Case in point, my friend Troy, who I think was also at this concert, had no memory of this moment. His only memory of Patty’s performance was there being “swirling lights at some point, like stars.” I have no memory of that. Frankly, I think Troy went to a Coldplay concert and just thinks he saw Patty Griffin.

Surely, though, if Troy saw the Mona Lisa or Starry Night or American Gothic, those would be memorable and etched into the heart in a way the other paintings he walked by weren’t. The question for me is whether his seeing any of those works moved something within him, altered his perspective, changed his tune–whether by their notoriety or by the fact they had such an impact on others. That is, while lots of ‘stuff’ can be called ‘art,’ I think I’m coming to this place of believing that the best art should do just that–change us.

But maybe it’s all the stuff that’s not art that makes what is so much more poignant when it has the power to move and change us. It’s a matter of our being and living in the world of the mundane or of the rote, raw, expected that the sacred is what most catches us off-guard, and yes, I realize I’m using the words “sacred” and “art” interchangeably here, and I think that’s intentional on my part.

Lately, I’ve spent so very much of my day, every day, dealing with the war in Ukraine. It’s daunting and emotionally draining, and the nature of my work can sometimes take me down paths where I feel like death surrounds me.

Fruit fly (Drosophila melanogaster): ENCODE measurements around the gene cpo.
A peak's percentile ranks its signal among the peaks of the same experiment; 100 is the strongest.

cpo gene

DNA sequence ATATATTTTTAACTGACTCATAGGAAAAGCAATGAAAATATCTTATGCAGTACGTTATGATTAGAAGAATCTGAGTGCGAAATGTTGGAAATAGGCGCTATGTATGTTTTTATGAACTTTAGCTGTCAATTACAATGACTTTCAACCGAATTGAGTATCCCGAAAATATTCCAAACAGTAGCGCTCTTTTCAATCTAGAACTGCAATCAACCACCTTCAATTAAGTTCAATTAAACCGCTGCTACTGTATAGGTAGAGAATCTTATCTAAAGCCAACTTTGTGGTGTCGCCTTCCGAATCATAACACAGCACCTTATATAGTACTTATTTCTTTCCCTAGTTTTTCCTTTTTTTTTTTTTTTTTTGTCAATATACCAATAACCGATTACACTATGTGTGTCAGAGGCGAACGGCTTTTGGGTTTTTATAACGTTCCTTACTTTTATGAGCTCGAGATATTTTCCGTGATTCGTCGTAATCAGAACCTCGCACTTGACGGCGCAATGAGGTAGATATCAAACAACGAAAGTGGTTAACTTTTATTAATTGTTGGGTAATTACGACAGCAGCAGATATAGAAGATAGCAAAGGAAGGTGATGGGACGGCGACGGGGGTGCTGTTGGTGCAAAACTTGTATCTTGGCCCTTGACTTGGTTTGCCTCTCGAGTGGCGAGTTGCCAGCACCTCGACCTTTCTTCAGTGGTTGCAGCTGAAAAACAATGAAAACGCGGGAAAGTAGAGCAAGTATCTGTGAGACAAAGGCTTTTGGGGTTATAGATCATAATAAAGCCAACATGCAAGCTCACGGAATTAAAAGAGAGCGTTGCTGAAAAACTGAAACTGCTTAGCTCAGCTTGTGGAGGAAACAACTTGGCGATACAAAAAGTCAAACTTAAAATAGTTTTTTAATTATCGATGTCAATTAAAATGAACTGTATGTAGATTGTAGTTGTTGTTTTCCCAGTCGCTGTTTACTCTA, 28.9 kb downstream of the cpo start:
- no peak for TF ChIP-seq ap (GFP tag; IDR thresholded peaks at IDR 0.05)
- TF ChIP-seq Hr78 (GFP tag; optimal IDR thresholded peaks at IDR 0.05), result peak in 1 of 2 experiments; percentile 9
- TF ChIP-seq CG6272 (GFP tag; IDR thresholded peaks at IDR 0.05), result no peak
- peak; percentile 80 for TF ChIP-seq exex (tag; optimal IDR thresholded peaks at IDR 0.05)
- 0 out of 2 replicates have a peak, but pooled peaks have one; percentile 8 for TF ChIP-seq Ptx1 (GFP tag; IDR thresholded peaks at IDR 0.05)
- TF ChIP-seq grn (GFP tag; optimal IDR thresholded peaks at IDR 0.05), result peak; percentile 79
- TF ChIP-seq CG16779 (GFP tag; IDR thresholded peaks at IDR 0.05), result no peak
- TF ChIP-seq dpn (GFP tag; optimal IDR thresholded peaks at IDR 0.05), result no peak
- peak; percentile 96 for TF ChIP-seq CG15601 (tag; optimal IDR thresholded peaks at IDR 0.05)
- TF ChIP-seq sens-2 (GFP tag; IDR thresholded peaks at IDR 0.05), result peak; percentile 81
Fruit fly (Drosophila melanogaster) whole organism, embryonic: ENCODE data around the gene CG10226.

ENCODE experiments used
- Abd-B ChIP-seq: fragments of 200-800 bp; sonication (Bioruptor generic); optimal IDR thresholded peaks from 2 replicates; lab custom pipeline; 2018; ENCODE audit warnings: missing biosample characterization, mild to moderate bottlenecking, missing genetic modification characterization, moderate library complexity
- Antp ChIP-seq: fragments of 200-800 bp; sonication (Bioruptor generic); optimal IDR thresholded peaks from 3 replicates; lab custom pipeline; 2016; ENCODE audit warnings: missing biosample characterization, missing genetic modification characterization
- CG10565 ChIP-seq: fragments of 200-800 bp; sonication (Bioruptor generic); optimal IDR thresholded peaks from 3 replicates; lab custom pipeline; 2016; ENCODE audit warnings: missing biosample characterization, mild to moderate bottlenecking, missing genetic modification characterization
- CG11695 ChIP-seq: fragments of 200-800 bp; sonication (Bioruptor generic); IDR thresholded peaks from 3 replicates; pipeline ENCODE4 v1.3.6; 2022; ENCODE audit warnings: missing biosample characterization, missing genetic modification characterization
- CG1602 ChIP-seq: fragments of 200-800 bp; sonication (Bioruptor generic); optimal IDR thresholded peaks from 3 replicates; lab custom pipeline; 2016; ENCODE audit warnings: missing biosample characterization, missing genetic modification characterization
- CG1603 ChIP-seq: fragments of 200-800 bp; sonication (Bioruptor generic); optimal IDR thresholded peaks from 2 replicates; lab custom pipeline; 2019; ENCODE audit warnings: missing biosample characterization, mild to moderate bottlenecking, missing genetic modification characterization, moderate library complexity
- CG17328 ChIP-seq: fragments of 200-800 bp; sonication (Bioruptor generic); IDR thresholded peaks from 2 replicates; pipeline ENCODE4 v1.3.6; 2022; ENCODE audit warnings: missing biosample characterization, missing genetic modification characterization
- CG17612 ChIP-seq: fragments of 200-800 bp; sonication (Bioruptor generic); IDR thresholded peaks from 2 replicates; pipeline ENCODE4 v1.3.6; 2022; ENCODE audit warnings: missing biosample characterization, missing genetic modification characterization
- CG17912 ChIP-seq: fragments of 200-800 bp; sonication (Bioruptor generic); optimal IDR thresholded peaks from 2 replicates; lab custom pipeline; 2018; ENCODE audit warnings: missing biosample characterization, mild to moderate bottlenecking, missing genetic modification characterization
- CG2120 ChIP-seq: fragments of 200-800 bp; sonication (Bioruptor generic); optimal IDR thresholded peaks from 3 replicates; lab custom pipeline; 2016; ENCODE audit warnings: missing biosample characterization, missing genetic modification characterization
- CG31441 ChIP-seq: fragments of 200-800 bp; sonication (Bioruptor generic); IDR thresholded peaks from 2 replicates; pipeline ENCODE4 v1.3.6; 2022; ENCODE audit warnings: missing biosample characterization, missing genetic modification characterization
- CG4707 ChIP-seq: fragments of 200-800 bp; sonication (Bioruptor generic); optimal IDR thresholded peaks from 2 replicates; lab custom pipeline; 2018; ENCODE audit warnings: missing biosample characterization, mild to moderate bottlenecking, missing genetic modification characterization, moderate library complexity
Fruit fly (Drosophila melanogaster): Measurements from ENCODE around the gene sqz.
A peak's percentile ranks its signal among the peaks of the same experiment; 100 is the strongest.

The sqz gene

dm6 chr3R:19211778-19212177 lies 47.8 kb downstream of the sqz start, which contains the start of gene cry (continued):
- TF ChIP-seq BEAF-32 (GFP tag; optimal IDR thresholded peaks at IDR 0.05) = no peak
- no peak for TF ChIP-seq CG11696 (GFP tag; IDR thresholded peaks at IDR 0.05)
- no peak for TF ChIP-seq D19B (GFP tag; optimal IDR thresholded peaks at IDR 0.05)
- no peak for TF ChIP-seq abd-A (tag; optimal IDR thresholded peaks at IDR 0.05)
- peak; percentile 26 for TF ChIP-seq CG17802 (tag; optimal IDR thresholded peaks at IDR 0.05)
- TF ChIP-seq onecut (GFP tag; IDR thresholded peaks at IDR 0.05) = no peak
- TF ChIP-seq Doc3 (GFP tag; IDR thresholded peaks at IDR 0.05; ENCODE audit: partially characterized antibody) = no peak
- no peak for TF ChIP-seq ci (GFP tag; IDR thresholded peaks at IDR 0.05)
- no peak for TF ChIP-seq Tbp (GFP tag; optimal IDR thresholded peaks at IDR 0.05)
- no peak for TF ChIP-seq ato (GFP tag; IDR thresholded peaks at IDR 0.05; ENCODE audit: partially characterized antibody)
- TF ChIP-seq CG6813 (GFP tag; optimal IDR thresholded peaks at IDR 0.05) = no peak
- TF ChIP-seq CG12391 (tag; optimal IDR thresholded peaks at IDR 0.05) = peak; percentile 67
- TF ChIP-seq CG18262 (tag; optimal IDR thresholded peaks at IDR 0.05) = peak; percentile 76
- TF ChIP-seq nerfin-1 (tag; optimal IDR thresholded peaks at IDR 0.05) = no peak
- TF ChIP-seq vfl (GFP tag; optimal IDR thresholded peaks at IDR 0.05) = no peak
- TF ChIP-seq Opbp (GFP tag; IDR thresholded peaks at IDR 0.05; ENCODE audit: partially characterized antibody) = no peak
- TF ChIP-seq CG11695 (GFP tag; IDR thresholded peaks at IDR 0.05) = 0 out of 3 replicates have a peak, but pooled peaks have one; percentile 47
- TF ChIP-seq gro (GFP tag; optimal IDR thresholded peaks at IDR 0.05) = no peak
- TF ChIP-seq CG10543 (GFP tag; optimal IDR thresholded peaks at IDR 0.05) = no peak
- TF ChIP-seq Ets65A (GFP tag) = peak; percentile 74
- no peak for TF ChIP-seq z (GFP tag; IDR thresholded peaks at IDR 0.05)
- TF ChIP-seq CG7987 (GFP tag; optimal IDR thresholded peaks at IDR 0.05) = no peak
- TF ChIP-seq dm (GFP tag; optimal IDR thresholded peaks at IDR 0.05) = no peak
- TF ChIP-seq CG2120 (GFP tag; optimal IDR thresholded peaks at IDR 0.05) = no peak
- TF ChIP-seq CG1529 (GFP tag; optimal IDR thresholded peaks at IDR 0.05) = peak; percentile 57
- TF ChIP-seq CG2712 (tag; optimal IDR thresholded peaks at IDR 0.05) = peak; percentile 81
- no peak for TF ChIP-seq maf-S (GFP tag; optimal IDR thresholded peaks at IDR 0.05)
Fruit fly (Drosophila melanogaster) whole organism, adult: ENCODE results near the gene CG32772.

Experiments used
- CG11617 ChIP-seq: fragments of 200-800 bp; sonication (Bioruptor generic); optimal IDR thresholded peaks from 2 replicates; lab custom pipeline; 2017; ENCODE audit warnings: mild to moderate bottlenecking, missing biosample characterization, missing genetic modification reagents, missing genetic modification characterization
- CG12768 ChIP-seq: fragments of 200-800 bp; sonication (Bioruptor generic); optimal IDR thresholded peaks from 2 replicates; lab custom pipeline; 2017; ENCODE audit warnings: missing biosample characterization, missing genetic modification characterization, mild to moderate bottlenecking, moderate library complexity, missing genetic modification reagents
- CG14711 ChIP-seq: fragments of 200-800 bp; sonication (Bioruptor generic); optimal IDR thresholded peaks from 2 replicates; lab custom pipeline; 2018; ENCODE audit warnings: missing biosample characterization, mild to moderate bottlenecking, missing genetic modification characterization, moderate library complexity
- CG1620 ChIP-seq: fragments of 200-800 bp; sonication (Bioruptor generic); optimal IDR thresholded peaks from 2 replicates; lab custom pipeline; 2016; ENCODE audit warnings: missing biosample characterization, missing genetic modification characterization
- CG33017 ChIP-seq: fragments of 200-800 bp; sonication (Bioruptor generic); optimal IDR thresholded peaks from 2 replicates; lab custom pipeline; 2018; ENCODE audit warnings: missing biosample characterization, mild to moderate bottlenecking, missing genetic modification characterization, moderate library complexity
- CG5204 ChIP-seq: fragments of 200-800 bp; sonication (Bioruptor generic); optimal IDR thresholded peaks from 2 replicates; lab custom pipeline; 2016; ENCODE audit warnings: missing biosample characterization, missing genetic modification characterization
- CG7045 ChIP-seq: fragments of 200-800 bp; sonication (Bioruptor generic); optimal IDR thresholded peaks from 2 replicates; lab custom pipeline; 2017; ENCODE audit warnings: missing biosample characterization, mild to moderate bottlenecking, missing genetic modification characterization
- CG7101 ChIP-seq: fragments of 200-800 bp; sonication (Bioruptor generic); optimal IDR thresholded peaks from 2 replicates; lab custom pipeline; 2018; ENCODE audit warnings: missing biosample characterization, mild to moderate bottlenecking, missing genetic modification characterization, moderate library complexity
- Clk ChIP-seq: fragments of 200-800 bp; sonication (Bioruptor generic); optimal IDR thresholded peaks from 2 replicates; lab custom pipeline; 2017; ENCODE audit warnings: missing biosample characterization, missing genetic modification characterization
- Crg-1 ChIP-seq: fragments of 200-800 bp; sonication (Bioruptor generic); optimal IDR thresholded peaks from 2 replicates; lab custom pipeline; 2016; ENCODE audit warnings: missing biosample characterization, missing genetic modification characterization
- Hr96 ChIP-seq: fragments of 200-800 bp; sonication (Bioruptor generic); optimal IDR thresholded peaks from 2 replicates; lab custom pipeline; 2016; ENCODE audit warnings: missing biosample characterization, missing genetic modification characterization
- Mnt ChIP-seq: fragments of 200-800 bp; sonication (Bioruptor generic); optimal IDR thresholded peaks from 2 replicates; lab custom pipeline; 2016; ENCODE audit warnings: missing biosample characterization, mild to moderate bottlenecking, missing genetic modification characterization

The aggression in the war in Ukraine is not that different to what we saw in Syria, and yet I’m still astounded by the lack of humanity: the use of white phosphorous; the intended targeting of civilians, including journalists; the shelling of communications towers; rapes and forced migration; the intentional destruction of 50,000 tons of food. It’s hard to not call that genocide.

So, amid reading and writing about all of that destruction and violence, when a light shines in that darkness, it’s particularly powerful:

True art will show the world that, even from a bomb shelter, no amount of destruction or death can take away who we were born to be, or silence us from what we were born to say. I guess it’s strange that we might call that art “unexpected” or “sacred” because in fact, it’s at the heart of what we humans do best. We should expect it, and maybe those less cynical than me do.

But for every concert, every painting, every act of creation, every one of us are gifted the ability to change the tune, to alter our perspectives and the perspectives of others, even when the world around us seems to be painted in the same dark hue, and no one can take that power from us, unless we give in to the temptation to have it stolen, and even when that temptation may seem our only option, the relinquishing of hope an understandable and expected event, the very next moment may be different.

The next moment may be art. It’s sure to be sacred.


  1. Funny you should mention your love of art because this month I have been taking oil painting classes for two years. I love it and it is very much an escape for me as well. The terrible things happening in Ukraine are so disturbing and I feel so helpless everyday. I truly believe this is a terrible turning point in the world’s history, and not sure what is going to happen.